70 Venezuelans Apprehended by CBP as Number Arriving at Border Rises Amid Country's Turmoil

U.S. Customs and Border Protection (CBP) apprehended a group of 70 undocumented migrants in Texas' Big Bend National Park on Wednesday that the agency said in a statement consisted of people originating from Venezuela.

The park sits on a portion of the border in West Texas, roughly 300 miles southeast of El Paso. Since November 25, authorities in Big Bend have encountered over 200 migrants, a symptom of the ongoing migration crisis that saw over 164,000 reported encounters during the month of October.

While the 164,000 total represents a high compared to any other monthly figure reported between October 2019 and February 2021, it actually represents a decline in the number of crossings reported since July's high when CBP confronted nearly 214,000 migrants.

The declining number of encounters coincided with a strategy introduced by Vice President Kamala Harris on July 29 aimed to address the root causes of migration abroad by funding humanitarian needs and introducing a task force to battle corruption.

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Many Venezuelans are desperate to flee the country, as basic necessities remain out of reach. Here migrants use a rope to cross the Tachira river, the natural border between Colombia and Venezuela on November 19, 2020. Photo by SCHNEYDER MENDOZA/AFP via Getty Images

Harris' strategy focuses on Central America's northern triangle of El Salvador, Guatemala, and Honduras where more than half of the migrants encountered by CBP originated from. But while the number of migrants coming from this region has been on the decline, the number of people venturing the U.S. border from Venezuela has been growing.

Since July, the number of Venezuelans encountered by CBP at the Southern border has grown each month. In July, the agency confronted just over 6,100 migrants. In October, that total jumped to over 13,400 total encounters.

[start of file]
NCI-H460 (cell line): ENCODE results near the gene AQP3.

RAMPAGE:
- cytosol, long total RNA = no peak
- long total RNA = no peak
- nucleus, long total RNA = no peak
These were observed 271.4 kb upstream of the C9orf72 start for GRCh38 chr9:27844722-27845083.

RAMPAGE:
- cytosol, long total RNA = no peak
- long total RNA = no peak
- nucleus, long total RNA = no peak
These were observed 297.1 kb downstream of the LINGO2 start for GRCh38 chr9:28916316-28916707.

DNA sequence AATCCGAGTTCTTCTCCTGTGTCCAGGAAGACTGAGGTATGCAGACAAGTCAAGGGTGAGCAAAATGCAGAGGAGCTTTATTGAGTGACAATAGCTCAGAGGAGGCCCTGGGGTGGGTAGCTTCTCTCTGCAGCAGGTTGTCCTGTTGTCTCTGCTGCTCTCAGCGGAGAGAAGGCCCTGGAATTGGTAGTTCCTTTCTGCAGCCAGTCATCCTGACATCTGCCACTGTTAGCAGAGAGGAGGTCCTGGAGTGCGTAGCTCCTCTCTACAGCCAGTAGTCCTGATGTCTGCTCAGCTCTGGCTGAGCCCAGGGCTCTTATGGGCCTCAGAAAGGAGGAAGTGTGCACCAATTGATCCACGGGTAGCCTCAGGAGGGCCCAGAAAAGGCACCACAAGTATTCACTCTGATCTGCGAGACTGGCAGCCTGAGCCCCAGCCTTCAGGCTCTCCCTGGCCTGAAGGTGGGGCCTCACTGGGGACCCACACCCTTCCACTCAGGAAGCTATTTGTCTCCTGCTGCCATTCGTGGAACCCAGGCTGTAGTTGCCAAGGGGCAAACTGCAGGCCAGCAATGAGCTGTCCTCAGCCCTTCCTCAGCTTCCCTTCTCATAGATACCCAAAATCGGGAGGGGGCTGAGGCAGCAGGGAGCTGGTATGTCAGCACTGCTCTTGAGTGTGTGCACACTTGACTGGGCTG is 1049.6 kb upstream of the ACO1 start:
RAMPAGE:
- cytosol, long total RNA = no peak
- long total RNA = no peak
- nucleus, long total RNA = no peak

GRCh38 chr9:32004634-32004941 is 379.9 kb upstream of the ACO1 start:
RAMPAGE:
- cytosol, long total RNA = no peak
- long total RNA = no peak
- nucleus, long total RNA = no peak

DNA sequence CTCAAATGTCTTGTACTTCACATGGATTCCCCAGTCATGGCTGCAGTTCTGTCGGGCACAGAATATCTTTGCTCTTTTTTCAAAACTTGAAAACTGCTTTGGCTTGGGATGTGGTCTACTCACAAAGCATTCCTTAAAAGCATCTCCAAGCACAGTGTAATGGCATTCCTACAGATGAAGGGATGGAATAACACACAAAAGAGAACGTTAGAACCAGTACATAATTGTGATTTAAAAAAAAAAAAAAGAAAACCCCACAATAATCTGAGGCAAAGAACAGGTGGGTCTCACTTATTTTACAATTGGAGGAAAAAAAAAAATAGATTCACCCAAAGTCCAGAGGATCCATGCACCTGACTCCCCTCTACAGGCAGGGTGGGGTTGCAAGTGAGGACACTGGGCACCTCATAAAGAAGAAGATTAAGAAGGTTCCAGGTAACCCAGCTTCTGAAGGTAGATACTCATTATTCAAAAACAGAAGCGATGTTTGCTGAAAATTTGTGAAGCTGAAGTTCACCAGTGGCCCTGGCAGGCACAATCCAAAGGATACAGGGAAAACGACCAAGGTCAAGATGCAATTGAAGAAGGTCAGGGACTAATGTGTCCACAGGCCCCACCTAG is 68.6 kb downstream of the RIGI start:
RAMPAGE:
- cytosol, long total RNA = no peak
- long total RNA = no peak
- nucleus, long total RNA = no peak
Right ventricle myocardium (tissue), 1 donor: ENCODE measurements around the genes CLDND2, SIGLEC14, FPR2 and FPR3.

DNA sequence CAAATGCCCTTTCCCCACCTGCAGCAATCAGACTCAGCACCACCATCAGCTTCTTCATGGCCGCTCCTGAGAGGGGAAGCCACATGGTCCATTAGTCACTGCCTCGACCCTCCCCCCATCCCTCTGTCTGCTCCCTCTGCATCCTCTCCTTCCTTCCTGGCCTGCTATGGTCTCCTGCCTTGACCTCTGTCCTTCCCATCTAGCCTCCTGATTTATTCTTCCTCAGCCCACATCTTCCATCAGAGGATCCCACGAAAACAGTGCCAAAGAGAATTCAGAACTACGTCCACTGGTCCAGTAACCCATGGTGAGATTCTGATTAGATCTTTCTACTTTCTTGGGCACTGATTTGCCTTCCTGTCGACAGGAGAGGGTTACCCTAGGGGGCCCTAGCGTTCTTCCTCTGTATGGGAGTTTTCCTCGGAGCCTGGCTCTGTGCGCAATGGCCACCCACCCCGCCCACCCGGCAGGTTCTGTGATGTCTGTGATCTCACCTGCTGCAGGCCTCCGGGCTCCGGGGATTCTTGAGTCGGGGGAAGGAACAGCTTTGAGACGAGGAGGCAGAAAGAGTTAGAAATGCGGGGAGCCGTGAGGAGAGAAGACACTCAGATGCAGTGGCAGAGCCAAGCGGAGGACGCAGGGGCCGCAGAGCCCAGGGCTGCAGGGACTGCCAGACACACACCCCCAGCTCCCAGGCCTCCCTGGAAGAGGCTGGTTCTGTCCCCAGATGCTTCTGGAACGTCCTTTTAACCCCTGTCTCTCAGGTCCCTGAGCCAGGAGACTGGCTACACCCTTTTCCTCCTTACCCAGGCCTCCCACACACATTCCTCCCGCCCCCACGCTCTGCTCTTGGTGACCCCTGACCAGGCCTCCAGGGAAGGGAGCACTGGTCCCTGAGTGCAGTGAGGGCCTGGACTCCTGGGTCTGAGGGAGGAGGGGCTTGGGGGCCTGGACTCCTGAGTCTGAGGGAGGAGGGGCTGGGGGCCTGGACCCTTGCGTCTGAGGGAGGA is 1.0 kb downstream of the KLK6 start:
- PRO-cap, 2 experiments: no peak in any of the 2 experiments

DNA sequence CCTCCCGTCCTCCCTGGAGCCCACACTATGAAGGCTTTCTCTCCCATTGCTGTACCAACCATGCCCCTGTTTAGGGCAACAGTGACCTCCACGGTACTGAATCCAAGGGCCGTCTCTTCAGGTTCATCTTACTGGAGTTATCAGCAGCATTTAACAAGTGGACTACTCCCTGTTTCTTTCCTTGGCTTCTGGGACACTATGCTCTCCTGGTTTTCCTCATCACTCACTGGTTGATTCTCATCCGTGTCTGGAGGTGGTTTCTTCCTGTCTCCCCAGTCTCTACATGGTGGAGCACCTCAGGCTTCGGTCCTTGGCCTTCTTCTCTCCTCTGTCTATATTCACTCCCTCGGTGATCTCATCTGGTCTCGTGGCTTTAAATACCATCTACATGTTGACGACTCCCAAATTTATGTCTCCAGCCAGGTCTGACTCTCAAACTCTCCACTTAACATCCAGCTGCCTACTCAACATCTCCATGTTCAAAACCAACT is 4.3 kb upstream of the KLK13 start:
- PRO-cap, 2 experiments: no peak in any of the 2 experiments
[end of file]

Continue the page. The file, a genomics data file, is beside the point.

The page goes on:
The Venezuelan economy has been in decline since former president and leader of the United Socialist Party of Venezuela Hugo Chavez took office in 1999. While Chavez's policies were intended to reduce inequality and to help the country's poor, the Harvard Gazette wrote that they instead put the country on a course of economic decline as corruption in his administration reportedly ran rampant.

The economy has since remained unstable under the leadership of current president and Socialist Party leader Nicolás Maduro, and today the United Nations High Commissioner (UNHCR) for Refugees reported that the country faces "violence, insecurity and threats as well as lack of food, medicine and essential services."

"In the past, Venezuela hosted thousands of refugees from the region and other parts of the world," the UNHCR wrote. "Now the number of Venezuelans compelled to leave their homes continues to increase, and a significant number of them are in need of international protection. Over 4 million Venezuelans have left their country to date, according to data from governments receiving them, making this among the world's biggest recent displacement crises."